Today's trading update from Coke bottler Coca-Cola HBC (LSE: CCH) was titled "a good start to the year," but it wasn't enough to stop the shares falling when markets opened.
Indeed, these first-quarter results seemed pretty ordinary to me. Volumes were unchanged on last year, while sales revenue fell by 2.7%. Coca-Cola HBC was hit by exchange rate effects and a big recession in Russia last year. The situation seems to have stabilised this year, but hasn't really improved.
Despite this, I don't think a Brexit would cause any new problems. Although it's listed in London, the majority of Coca-Cola HBC's business is done in the eurozone and in other European countries with strong trade links to the EU. It also reports in Euros, so isn't too exposed to the value of the pound.
In my view, the firm's share price is a bigger concern. Despite forecast earnings per share growth of only 3% this year, it currently trades on 19 times 2016 forecast earnings. I think there's better value elsewhere.
Brexit won't matter
Unilever (LSE: ULVR) reported revenue of EUR53bn in 2015. That's more than the GDP of European countries such as Luxembourg and Croatia.
Large global businesses like Unilever -- which operates in more than 190 countries -- use very sophisticated financial engineering to optimise their operations. I think it's very unlikely that a Brexit would cause any problems for it.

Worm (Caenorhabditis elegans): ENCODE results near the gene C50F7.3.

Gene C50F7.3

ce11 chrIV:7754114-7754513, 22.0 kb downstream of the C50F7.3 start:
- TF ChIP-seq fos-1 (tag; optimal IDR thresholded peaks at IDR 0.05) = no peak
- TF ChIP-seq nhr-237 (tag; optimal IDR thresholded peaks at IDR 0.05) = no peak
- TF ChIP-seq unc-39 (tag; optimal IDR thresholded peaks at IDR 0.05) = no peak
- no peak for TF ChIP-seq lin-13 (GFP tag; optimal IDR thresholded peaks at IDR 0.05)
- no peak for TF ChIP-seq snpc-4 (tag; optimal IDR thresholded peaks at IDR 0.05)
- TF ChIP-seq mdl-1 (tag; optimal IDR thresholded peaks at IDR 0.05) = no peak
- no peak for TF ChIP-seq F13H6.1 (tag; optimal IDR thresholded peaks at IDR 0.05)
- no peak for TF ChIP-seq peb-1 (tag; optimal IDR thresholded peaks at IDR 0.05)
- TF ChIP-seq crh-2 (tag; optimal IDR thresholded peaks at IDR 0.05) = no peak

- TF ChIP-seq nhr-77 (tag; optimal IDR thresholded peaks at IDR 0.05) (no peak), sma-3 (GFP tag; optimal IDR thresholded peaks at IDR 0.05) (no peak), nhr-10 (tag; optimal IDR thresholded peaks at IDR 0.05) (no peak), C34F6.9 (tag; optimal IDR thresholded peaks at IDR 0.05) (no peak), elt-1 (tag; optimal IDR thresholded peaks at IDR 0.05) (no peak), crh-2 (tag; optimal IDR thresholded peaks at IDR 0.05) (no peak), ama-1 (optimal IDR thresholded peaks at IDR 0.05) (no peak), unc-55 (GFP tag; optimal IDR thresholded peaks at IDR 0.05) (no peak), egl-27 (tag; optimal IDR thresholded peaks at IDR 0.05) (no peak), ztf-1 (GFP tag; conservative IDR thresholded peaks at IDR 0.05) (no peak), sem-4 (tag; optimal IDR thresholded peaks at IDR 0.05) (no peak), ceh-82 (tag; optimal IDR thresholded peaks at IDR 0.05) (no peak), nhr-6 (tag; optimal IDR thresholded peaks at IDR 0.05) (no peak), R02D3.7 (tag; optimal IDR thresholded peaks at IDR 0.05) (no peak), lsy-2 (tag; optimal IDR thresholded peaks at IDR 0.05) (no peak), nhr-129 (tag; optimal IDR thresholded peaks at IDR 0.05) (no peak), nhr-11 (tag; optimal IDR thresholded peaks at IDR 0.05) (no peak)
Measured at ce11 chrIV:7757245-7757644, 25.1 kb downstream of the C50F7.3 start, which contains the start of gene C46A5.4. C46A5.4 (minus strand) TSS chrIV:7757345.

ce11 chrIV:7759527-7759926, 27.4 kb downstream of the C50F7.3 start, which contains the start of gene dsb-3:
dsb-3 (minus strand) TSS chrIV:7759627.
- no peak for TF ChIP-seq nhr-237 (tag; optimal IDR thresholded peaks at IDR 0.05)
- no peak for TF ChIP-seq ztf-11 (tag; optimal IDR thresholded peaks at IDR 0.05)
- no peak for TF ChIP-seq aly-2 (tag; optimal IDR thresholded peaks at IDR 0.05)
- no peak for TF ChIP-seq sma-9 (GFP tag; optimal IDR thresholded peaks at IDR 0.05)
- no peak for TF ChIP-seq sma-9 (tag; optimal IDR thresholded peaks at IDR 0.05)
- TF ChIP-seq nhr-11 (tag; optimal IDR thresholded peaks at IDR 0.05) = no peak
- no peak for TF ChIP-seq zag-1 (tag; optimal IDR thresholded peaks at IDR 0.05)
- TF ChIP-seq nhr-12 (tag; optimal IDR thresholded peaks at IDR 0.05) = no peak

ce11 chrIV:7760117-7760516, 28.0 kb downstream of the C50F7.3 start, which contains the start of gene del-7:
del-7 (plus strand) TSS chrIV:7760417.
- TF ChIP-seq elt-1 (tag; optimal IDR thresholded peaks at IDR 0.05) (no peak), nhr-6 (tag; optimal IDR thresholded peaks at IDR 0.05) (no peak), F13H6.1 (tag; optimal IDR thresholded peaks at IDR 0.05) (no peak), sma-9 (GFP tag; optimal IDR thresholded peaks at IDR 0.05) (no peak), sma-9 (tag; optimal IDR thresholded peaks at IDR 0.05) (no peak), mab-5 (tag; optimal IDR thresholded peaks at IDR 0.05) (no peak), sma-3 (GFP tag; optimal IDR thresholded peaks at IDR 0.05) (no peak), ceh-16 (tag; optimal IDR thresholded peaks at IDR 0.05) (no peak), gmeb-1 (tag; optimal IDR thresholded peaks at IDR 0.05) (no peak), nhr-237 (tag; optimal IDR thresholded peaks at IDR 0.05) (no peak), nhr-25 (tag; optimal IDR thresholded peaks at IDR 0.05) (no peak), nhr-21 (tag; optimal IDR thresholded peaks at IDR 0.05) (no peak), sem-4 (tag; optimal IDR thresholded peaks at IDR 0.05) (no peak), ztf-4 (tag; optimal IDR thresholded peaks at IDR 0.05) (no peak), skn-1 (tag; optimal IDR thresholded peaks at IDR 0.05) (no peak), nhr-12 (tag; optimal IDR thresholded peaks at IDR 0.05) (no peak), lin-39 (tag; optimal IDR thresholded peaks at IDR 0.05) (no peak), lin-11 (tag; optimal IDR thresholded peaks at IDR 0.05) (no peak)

For existing shareholders, I think Unilever remains a high quality hold. I certainly have no intention of selling my own shares. However, for anyone wanting to buy today, I think it's worth asking whether now is the right time.
Unilever's shares have recently pulled back from an all-time high of 3,334p to around 3,130p. But this still leaves the stock on a 2016 forecast P/E of 21.4. This looks quite expensive to me, given that earnings per share are only expected to rise by 2% in 2016 and by 7% in 2017.
Although currency effects are currently working against Unilever, I think it might be worth waiting to see if the shares fall any further over the next few months.
Would investment in housing suffer?
Berkeley Group Holdings (LSE: BKG) has been a big faller this year. Shares in the upmarket housebuilder have fallen by 21% since the start of 2016.
One reason for this is that a sizeable part of Berkeley's profits comes from selling premium new property in London to overseas investors. Asia is an important market for Berkeley, which has raised fears that sales could slow if the Chinese slowdown continues.
A second concern affecting the London market is that overseas buyers looking for safe investments may be less keen on parking their cash here if the UK leaves the EU.
Berkeley said recently that reservations were 4% lower between November and February than during the same period last year. However, the firm said it has more than £3bn of committed sales, up slightly from £2,959m in June 2015.
Profits are expected to be flat this year, but analysts are bullish on 2017, forecasting a 50% rise in earnings per share. Berkeley's 6.8% forecast yield is also very attractive, so if your view aligns with the latest forecasts, now might be a good time to buy.
Roland Head owns shares of Unilever. The Motley Fool UK owns shares of and has recommended Unilever. The Motley Fool UK has recommended Berkeley Group Holdings. We Fools don't all hold the same opinions, but we all believe that considering a diverse range of insights makes us better investors.